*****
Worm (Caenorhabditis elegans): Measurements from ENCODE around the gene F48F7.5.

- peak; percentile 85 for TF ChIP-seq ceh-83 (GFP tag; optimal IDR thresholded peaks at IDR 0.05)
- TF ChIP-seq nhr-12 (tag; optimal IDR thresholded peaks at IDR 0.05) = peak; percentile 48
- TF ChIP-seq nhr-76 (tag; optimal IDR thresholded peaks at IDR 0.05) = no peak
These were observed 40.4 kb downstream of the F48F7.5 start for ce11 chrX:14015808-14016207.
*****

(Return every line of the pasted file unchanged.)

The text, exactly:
Worm (Caenorhabditis elegans): Measurements from ENCODE around the gene F48F7.5.

- peak; percentile 85 for TF ChIP-seq ceh-83 (GFP tag; optimal IDR thresholded peaks at IDR 0.05)
- TF ChIP-seq nhr-12 (tag; optimal IDR thresholded peaks at IDR 0.05) = peak; percentile 48
- TF ChIP-seq nhr-76 (tag; optimal IDR thresholded peaks at IDR 0.05) = no peak
These were observed 40.4 kb downstream of the F48F7.5 start for ce11 chrX:14015808-14016207.